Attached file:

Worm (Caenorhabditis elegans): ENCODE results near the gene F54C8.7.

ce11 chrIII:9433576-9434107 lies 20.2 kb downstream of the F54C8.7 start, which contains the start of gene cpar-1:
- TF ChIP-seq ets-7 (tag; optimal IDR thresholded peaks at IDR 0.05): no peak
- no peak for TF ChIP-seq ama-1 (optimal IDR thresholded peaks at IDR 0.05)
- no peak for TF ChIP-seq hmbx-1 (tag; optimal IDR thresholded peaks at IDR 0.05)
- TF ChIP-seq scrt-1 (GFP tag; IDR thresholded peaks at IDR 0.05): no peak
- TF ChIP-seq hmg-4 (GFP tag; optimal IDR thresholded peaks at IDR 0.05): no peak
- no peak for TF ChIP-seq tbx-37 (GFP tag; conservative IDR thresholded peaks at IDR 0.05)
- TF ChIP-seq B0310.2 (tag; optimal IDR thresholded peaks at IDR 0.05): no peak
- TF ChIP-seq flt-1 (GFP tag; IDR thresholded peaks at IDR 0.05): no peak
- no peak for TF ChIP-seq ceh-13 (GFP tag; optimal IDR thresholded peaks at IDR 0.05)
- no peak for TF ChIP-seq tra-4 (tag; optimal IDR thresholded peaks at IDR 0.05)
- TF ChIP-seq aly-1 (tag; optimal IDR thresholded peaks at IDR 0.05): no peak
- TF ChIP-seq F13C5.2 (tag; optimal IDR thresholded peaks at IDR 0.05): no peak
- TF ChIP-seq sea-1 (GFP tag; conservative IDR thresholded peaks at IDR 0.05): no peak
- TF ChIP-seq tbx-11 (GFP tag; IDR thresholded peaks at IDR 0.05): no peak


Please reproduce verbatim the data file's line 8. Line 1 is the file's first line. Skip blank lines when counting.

- no peak for TF ChIP-seq tbx-37 (GFP tag; conservative IDR thresholded peaks at IDR 0.05)